With all the pieces cut, I routed a small radius along all the edges to give a more finished look. Then I was ready to assemble the base. Be sure to place the "U" shaped holder in a position which allows free rotation of your coil above the magnet as well as room for the "D" cell battery holder in the back. The coil when standing vertically in the holder should be directly above and centered with the magnet below it. I sanded smooth the Walnut parts, assembled it and finished with a light coat of Danish Oil.
 
To make the two brass holders (commutators) I cut the 12" piece in half and bent each 6" piece into a shape which allowed the rods to be held above the magnet at the same height they are positioned in the "U" shaped holder. To do this I made a bending jig from some scrap wood and nails. I constructed the jig so that I could bend the brass wire around nails I placed in the board with their heads sticking up. Using a jig helped me to bend each of two pieces approximately the same way making the motor overall a bit easier to balance. Plus it just looks better. The holes drilled in the "U" shaped holder are approximately 1/8" to accommodate the brass rods.
  
 
 
Lastly I wound the #22 AWG wire 10 times around a "D" cell battery allowing about 1-2" extend from each side. Why 10 times? I don't know its just what I tried and it seemed to work fine. You can try experimenting with another number or even the shape of the coil itself. However be as careful as possible when winding the coil. The neater you wind the coil the better your motor will run. Try to keep the coil symmetrical about the extended leads and as round as possible. Neatness counts and will help your motor be as stable as possible. Wrap the ends around the coil itself after winding to help keep the individual windings together. As you can see I also experimented with #26 AWG wire but it just seemed too light and flimsy and it had trouble staying put as it rotated.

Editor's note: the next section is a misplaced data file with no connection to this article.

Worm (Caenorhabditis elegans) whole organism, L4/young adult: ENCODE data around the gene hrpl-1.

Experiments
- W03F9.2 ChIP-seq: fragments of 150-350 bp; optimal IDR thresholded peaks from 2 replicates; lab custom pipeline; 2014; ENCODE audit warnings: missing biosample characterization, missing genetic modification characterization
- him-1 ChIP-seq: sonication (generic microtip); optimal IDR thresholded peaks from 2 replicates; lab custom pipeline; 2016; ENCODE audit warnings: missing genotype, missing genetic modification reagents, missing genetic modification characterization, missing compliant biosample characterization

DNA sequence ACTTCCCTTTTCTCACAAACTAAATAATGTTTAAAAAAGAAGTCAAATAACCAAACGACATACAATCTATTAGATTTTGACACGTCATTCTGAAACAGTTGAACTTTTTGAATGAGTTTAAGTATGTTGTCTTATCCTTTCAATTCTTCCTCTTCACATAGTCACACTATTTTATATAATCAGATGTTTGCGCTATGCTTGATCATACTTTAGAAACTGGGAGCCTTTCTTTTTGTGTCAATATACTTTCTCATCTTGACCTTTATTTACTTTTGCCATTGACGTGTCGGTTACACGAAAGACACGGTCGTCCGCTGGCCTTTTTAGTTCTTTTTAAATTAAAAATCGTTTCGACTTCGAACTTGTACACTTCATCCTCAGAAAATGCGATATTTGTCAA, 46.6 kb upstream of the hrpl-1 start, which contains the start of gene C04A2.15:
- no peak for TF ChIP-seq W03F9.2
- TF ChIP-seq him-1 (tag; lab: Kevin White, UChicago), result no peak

Assembly
Once you have the coil wound and two ends 180-degrees apart and as straight as possible, place it in the base suspended by the brass rods. Let the coil rest freely and adjust as necessary. This is the "rest" position. Note where the coils ends and the brass rods(commutators) touch. You might even want to mark the spot with a marker. Now gently remove the coil from the base remembering where it touched and scrape, file or otherwise remove the varnish from the coil at and around that location across the length of each 'arm'. Choosing the right place to scrape the varnish off the coil will help the motor start spinning even at rest without having to "flick" it and give it a kick-start.
 
Now all that remains is to attach the "D" cell battery holder to the base with a few screws. Also attach alligator clips to each of the red and black leads to make it easy to attach to the brass rods. Insert a couple of fresh "D" cell batteries into the holder and attach the alligator clips to the commutators. Lastly, insert the magnet into the pocket.
 
Once that's done your ready to place the coil onto the brass rods and watch it spin.
 
Results
 
Here's a close-up of the Motor spinning at full speed.
 

Simple DC Motor Free Running

 
Here's an example how removing the varnish from the bottom of the coil arms allows the motor to spin immediately when voltage is applied.
 

Simple DC Motor Self Starting

 
I haven't measured the speed of the motor yet but I expect it to be in the upper 800-1000 RPM range.
 
The DC-load of the coil at 3V is about 3 amps or so. That means if you leave the coil accross the supports without it rotating for too long the coil gets very hot! Plus your batteries wont last very long either. While spinning, the motor pulls about 250-400ma but its hard to measure with a DVM since it's bouncing around all over the place.
 
Have fun!
 

Simple DC Motor